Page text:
|By Tom Daykin, Milwaukee Journal
SentinelMcClatchy-Tribune Regional News
May 13, 2012--Climbing marble steps on the grand iron staircase within a future hotel he's opening in downtown Milwaukee, John Callan pauses, gazing up to the soaring six-story atrium's skylight.
"You just can't duplicate this," said Callan, general manager of what will be a Hilton Garden Inn when renovations are completed this fall.
That unusual historic atmosphere is a major selling point for the 127-room hotel, which First Hospitality Group Inc. is creating within the Loyalty Building, built in 1886 as the headquarters for Northwestern Mutual Life Insurance Co.
The hotel is expensive to create, although federal historic preservation tax credits pay for some of the costs. Also, the guest rooms are more costly to heat and cool, thanks to their 12-foot to 15-foot ceiling heights -- compared to 8 feet in a typical hotel room.
But those differences will help attract both business and leisure travelers when the Hilton Garden Inn competes with other higher-end downtown hotels, Callan said. First Hospitality, based in Rosemont, Ill., operates 50 hotels, including historic properties in Chicago, Indianapolis and Des Moines, Iowa.
"The guests love them," Callan said.
The Hilton Garden Inn is tentatively set to open Sept. 14, at the northwest corner of E. Michigan St. and N. Broadway. It will include a restaurant, fitness center, business center and small meeting rooms. First Hospitality will use the Grain Exchange Room at the Mackie Building, just across Michigan St. from the Loyalty Building, for large catered events.
Much of the hotel's marketing will focus on business travelers, Callan said.
Room rates will vary according to season, but will typically start at $159 a night, Callan said. That positions the Hilton Garden Inn above midpriced downtown hotels like the Hampton Inn & Suites, and below top-tier properties such as the Pfister Hotel, he said.
The Hilton Garden Inn's main competitors will include the Courtyard by Marriott, Aloft Hotel, Residence Inn, Ambassador Hotel and Hotel Metro, Callan said.
The hotel is an upscale "select service" facility, said Greg Hanis, an industry consultant. That term distinguishes the Hilton Garden Inn from full-service hotels, such as the Pfister, Hyatt Regency and Hilton, which have much larger banquet rooms and at least 200 guest rooms.
It is one of three downtown hotels under construction, all showcasing historic preservation features.
The others are the 200-room Marriott, near the southwest corner of E. Wisconsin Ave. and N. Milwaukee St., with mostly new construction blended into facades and small portions of some 19th-century buildings along Wisconsin Ave., and the 90-room Brew House Inn & Suites, which is being created within the former Pabst brew house at the northwest corner of W. Juneau Ave. and N. 10th St.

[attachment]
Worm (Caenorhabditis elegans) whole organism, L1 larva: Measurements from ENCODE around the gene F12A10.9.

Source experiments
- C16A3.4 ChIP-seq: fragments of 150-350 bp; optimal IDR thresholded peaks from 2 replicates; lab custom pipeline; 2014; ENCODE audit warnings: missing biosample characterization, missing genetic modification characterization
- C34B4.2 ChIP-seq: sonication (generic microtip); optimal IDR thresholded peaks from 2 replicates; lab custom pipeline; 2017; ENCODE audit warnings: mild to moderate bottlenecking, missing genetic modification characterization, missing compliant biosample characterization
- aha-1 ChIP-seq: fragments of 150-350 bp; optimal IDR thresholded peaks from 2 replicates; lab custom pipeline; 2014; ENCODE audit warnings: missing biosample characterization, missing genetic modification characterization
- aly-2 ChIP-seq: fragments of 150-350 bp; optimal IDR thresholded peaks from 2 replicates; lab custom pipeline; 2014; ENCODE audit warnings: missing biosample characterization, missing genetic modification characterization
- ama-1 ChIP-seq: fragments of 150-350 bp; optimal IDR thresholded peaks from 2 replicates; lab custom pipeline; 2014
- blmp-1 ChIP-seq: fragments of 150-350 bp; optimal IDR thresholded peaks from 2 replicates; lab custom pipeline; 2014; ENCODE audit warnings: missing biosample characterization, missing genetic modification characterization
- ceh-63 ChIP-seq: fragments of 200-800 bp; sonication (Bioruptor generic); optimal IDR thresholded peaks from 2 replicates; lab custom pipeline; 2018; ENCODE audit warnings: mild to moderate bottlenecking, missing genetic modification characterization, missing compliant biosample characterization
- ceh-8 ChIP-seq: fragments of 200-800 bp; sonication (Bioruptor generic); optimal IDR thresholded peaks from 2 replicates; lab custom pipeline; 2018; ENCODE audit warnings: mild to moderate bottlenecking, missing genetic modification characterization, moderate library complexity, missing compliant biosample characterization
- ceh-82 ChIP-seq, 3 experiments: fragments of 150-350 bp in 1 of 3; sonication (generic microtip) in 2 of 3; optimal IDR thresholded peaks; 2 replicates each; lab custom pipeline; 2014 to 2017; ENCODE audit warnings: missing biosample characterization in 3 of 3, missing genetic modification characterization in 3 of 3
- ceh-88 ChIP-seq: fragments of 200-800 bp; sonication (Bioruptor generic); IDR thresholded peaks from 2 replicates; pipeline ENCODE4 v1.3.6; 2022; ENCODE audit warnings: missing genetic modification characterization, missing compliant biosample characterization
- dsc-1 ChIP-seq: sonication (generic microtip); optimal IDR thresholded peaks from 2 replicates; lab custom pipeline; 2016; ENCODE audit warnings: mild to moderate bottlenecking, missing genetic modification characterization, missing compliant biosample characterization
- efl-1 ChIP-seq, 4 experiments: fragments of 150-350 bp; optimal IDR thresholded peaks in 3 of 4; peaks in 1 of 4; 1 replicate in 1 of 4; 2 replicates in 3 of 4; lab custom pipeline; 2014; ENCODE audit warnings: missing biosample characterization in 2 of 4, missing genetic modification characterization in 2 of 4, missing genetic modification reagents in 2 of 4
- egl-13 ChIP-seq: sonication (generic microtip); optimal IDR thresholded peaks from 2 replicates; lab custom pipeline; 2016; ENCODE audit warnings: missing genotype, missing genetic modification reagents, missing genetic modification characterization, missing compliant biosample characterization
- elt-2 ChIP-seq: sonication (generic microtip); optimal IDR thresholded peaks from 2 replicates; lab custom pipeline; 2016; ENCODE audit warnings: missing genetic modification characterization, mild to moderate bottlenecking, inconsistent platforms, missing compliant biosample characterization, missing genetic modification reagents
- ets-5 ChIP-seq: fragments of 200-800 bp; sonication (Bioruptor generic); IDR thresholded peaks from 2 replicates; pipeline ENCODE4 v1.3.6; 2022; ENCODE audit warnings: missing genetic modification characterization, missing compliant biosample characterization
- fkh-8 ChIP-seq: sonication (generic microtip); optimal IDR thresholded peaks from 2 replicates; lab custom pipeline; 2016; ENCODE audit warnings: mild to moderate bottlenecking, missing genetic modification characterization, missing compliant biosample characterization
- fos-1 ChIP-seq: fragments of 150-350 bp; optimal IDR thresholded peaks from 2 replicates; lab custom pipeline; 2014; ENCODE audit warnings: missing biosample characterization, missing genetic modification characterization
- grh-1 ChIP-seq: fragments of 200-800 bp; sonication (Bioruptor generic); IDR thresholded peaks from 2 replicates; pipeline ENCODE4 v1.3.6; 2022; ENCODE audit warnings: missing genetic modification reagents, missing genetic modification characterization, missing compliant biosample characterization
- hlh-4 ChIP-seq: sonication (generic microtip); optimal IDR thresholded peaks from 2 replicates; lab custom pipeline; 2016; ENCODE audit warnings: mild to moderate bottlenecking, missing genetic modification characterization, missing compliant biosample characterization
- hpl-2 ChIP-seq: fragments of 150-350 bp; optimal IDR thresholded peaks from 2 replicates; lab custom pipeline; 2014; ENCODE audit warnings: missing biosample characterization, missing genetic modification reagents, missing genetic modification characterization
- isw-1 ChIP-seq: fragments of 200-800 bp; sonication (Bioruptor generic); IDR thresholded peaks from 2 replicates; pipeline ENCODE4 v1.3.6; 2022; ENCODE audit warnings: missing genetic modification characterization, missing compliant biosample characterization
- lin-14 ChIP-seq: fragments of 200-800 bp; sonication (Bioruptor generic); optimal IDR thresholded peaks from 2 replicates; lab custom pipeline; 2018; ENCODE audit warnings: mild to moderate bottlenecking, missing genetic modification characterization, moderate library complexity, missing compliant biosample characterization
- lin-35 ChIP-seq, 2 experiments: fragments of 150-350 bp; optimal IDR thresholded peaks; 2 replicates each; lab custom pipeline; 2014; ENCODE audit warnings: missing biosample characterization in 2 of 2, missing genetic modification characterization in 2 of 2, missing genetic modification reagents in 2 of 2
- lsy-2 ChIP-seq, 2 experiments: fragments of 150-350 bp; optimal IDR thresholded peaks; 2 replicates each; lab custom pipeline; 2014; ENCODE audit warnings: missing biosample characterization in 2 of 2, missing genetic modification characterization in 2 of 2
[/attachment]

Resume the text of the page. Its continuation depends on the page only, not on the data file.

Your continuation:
They'll open at a time when demand for downtown hotel rooms is stagnant, and could drop because of recent airline service cuts at Mitchell International Airport, said Greg Marcus, president and chief executive officer at Marcus Corp., which operates the Pfister, Hilton and InterContinental Milwaukee.
Both the Brew House Inn and Marriott are being financed mainly through the EB-5 program, which allows foreign citizens to obtain U.S. residency visas by investing in job-creating projects. That amounts to a subsidy that distorts the financing market, Marcus said.
"If the market is so great, why can't they do something without a subsidy?" he said.
The Hilton Garden Inn has a bank construction loan to cover 60% of its total costs, with equity financing from the owner providing the rest, said Robert Habeeb, First Hospitality president and chief operating officer. The project's total costs have been estimated at $18 million to $20 million, with historic preservation tax credits, a form of equity, covering less than 10% of the tab, Habeeb said.
While demand nationally for hotel rooms dropped during the recession, it has been rising during the recovery, including in Milwaukee, Habeeb said.
The renovations at the Loyalty Building started in December, with Kahler Slater Inc. serving as the project's architect and Madison-based Stevens Construction Corp. as general contractor.
The work was delayed until building owner First MKD LLC, a First Hospitality affiliate, reached agreements to buy out the leases of the Loyalty Building's last two tenants, a dentist's office and Michigan Street Diner.
The Hilton Garden Inn's rooms will feature the huge windows which were originally designed to direct natural light into the building's offices during the pre-electricity era.
The building's other unusual historic touches include a handful of fireplaces, no longer operable, that will be in some of the guest rooms, and more than 20 safes, some of which will be preserved in the hotel's corridors, from when Northwestern Mutual stored money for paying claims.
"These things, honestly, are works of art," Callan said, while showing off one elaborately decorated wall safe.
The Romanesque-style building was constructed with granite, later painted over -- perhaps to cover the coal dust that had accumulated over decades, Callan said. First Hospitality plans to clean the building's exterior and restore that original look.
For the Hilton Garden Inn's 75 to 100 employees, it will be a workplace unlike most have ever seen, said Callan, a hotel industry veteran.
"For guys who've been around as long I have, you just love something distinct," Callan said.
(c)2012 the Milwaukee Journal Sentinel
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